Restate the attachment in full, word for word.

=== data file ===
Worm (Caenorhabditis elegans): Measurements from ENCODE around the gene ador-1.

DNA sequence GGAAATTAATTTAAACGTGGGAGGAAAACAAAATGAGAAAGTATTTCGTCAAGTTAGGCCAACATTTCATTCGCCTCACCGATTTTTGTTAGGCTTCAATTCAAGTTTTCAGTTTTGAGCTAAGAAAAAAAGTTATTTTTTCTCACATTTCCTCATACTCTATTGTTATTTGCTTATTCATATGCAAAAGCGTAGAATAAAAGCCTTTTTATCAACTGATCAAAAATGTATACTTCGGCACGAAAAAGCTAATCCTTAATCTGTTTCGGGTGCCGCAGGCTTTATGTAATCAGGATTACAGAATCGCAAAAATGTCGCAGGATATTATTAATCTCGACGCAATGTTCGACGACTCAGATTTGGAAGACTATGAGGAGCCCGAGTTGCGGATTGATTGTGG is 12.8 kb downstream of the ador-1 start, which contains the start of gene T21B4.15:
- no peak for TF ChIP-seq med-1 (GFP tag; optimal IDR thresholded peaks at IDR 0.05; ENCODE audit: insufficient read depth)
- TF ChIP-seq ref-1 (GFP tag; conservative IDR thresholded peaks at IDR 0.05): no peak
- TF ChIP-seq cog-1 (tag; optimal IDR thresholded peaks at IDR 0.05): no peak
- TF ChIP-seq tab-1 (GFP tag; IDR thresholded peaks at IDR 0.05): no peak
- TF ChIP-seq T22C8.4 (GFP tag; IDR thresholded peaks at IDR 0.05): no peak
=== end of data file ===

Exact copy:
Worm (Caenorhabditis elegans): Measurements from ENCODE around the gene ador-1.

DNA sequence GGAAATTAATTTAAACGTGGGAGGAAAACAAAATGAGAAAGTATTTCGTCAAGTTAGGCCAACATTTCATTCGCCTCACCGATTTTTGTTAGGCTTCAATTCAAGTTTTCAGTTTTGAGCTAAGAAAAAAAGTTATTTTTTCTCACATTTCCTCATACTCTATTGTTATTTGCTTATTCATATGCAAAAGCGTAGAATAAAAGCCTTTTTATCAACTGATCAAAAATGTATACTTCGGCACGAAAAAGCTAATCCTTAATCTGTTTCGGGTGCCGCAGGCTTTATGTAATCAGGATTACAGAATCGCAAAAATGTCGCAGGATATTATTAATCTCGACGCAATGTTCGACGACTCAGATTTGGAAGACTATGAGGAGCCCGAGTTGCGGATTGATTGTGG is 12.8 kb downstream of the ador-1 start, which contains the start of gene T21B4.15:
- no peak for TF ChIP-seq med-1 (GFP tag; optimal IDR thresholded peaks at IDR 0.05; ENCODE audit: insufficient read depth)
- TF ChIP-seq ref-1 (GFP tag; conservative IDR thresholded peaks at IDR 0.05): no peak
- TF ChIP-seq cog-1 (tag; optimal IDR thresholded peaks at IDR 0.05): no peak
- TF ChIP-seq tab-1 (GFP tag; IDR thresholded peaks at IDR 0.05): no peak
- TF ChIP-seq T22C8.4 (GFP tag; IDR thresholded peaks at IDR 0.05): no peak